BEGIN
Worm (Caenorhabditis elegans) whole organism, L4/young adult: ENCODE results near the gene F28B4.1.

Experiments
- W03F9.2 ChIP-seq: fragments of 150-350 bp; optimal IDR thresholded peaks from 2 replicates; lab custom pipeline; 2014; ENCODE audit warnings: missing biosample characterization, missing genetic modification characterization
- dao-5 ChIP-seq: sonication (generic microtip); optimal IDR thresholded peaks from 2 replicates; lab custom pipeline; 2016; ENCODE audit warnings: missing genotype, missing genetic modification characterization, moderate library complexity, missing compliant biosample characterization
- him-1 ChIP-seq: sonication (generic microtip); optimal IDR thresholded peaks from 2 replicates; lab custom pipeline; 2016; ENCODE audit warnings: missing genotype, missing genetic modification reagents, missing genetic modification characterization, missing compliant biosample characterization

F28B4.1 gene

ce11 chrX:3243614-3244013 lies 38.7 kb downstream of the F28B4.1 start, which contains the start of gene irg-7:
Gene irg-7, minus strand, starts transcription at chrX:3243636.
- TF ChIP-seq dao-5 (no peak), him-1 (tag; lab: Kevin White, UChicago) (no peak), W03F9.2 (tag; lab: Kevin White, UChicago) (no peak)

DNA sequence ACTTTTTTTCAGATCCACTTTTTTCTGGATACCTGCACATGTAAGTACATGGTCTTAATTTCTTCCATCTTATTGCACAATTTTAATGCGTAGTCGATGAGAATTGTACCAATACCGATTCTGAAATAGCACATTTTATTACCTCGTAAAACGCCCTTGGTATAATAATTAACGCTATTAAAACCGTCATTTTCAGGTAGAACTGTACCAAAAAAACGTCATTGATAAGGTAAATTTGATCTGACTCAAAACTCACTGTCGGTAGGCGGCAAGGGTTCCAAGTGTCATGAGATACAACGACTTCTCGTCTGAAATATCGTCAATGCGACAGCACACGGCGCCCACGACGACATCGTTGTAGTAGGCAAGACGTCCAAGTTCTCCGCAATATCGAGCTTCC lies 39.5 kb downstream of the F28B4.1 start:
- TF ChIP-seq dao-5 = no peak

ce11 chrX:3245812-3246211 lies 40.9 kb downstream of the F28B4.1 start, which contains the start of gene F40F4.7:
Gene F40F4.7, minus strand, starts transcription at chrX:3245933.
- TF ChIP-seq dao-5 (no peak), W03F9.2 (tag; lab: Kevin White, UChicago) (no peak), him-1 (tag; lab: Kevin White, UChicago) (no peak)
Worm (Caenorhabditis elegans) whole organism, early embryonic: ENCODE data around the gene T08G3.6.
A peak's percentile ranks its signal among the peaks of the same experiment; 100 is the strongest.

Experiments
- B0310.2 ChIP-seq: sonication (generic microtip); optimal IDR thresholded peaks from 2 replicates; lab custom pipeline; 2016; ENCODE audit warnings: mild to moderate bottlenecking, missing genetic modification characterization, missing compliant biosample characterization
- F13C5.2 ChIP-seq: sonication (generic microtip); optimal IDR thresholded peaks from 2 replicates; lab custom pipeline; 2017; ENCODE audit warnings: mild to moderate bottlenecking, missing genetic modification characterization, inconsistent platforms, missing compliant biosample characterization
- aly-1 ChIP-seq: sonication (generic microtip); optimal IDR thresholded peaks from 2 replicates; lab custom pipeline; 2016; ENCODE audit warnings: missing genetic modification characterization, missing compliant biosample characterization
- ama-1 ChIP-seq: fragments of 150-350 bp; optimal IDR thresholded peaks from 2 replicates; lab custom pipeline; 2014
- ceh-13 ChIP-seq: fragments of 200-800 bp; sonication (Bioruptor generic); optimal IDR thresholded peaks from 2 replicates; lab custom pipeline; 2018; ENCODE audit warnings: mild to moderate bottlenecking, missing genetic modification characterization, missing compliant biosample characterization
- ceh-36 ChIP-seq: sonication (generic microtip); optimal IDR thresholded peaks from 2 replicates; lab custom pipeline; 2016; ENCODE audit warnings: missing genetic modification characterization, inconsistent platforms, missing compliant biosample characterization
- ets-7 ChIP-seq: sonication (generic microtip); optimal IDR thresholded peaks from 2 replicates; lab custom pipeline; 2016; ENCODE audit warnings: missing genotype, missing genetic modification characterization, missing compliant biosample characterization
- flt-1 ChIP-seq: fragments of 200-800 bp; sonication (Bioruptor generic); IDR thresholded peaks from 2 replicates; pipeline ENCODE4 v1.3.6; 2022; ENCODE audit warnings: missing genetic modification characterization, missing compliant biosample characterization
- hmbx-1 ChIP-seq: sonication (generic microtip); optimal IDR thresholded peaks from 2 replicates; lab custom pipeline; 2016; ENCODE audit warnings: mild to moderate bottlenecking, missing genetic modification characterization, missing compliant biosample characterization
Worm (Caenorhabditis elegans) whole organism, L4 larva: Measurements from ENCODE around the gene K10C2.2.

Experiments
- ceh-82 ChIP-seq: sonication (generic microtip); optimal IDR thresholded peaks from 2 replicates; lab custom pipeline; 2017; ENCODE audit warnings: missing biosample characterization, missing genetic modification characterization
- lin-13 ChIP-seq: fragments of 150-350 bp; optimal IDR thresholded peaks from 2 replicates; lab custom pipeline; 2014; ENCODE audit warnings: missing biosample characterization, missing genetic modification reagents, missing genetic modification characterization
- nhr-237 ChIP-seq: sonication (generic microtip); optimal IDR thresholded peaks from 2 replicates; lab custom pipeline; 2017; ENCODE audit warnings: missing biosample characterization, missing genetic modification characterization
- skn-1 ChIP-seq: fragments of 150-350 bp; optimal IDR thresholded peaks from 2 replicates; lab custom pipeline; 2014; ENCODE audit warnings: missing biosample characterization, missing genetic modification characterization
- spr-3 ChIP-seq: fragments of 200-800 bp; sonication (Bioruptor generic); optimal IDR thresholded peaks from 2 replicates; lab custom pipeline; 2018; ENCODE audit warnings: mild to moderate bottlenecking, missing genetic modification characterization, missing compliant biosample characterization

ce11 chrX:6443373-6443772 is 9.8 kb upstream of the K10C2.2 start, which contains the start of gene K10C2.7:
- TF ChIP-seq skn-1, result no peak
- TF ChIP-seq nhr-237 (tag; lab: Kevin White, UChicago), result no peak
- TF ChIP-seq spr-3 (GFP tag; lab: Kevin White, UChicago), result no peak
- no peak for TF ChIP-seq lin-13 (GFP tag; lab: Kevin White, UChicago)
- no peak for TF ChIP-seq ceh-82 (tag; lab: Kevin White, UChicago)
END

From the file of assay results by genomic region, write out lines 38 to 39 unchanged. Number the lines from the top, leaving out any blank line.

- no peak for TF ChIP-seq lin-13 (GFP tag; lab: Kevin White, UChicago)
- no peak for TF ChIP-seq ceh-82 (tag; lab: Kevin White, UChicago)